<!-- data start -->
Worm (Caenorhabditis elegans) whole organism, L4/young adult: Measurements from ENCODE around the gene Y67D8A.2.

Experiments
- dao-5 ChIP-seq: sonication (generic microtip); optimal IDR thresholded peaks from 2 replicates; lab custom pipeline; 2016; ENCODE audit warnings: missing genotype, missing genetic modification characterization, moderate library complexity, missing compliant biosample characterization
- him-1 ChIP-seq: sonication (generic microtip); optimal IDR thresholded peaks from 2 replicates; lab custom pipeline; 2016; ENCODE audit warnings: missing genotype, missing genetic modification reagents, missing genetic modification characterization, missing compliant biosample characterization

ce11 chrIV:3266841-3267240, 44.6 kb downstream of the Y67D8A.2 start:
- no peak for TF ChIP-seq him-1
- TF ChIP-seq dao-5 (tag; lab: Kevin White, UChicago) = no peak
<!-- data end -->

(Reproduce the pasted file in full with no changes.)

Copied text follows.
Worm (Caenorhabditis elegans) whole organism, L4/young adult: Measurements from ENCODE around the gene Y67D8A.2.

Experiments
- dao-5 ChIP-seq: sonication (generic microtip); optimal IDR thresholded peaks from 2 replicates; lab custom pipeline; 2016; ENCODE audit warnings: missing genotype, missing genetic modification characterization, moderate library complexity, missing compliant biosample characterization
- him-1 ChIP-seq: sonication (generic microtip); optimal IDR thresholded peaks from 2 replicates; lab custom pipeline; 2016; ENCODE audit warnings: missing genotype, missing genetic modification reagents, missing genetic modification characterization, missing compliant biosample characterization

ce11 chrIV:3266841-3267240, 44.6 kb downstream of the Y67D8A.2 start:
- no peak for TF ChIP-seq him-1
- TF ChIP-seq dao-5 (tag; lab: Kevin White, UChicago) = no peak